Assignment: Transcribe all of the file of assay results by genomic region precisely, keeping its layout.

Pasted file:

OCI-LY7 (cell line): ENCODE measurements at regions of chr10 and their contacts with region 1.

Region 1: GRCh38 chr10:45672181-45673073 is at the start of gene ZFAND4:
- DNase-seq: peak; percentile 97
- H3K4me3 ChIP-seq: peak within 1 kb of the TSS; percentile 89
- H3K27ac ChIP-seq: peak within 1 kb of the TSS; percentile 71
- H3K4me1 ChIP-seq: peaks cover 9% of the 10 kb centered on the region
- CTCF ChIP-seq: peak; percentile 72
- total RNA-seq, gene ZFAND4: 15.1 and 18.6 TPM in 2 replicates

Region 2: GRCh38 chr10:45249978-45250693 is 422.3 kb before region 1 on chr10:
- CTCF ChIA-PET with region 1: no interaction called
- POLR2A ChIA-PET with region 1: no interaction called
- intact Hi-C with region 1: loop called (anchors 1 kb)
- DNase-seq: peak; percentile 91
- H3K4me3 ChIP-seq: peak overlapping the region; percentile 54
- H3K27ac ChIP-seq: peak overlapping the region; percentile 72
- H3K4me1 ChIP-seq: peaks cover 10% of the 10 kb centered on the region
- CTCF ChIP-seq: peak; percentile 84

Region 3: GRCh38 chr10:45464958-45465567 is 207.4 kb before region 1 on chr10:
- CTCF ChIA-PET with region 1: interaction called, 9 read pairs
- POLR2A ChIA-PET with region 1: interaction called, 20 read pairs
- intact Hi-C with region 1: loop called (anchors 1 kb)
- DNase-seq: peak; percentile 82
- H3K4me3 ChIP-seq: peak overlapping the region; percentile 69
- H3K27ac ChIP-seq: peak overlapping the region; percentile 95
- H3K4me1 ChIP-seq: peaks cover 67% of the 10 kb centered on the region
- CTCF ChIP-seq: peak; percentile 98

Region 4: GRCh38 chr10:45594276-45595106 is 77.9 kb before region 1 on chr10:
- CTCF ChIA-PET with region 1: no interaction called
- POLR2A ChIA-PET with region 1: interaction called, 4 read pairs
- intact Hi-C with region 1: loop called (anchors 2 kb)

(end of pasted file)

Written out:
OCI-LY7 (cell line): ENCODE measurements at regions of chr10 and their contacts with region 1.

Region 1: GRCh38 chr10:45672181-45673073 is at the start of gene ZFAND4:
- DNase-seq: peak; percentile 97
- H3K4me3 ChIP-seq: peak within 1 kb of the TSS; percentile 89
- H3K27ac ChIP-seq: peak within 1 kb of the TSS; percentile 71
- H3K4me1 ChIP-seq: peaks cover 9% of the 10 kb centered on the region
- CTCF ChIP-seq: peak; percentile 72
- total RNA-seq, gene ZFAND4: 15.1 and 18.6 TPM in 2 replicates

Region 2: GRCh38 chr10:45249978-45250693 is 422.3 kb before region 1 on chr10:
- CTCF ChIA-PET with region 1: no interaction called
- POLR2A ChIA-PET with region 1: no interaction called
- intact Hi-C with region 1: loop called (anchors 1 kb)
- DNase-seq: peak; percentile 91
- H3K4me3 ChIP-seq: peak overlapping the region; percentile 54
- H3K27ac ChIP-seq: peak overlapping the region; percentile 72
- H3K4me1 ChIP-seq: peaks cover 10% of the 10 kb centered on the region
- CTCF ChIP-seq: peak; percentile 84

Region 3: GRCh38 chr10:45464958-45465567 is 207.4 kb before region 1 on chr10:
- CTCF ChIA-PET with region 1: interaction called, 9 read pairs
- POLR2A ChIA-PET with region 1: interaction called, 20 read pairs
- intact Hi-C with region 1: loop called (anchors 1 kb)
- DNase-seq: peak; percentile 82
- H3K4me3 ChIP-seq: peak overlapping the region; percentile 69
- H3K27ac ChIP-seq: peak overlapping the region; percentile 95
- H3K4me1 ChIP-seq: peaks cover 67% of the 10 kb centered on the region
- CTCF ChIP-seq: peak; percentile 98

Region 4: GRCh38 chr10:45594276-45595106 is 77.9 kb before region 1 on chr10:
- CTCF ChIA-PET with region 1: no interaction called
- POLR2A ChIA-PET with region 1: interaction called, 4 read pairs
- intact Hi-C with region 1: loop called (anchors 2 kb)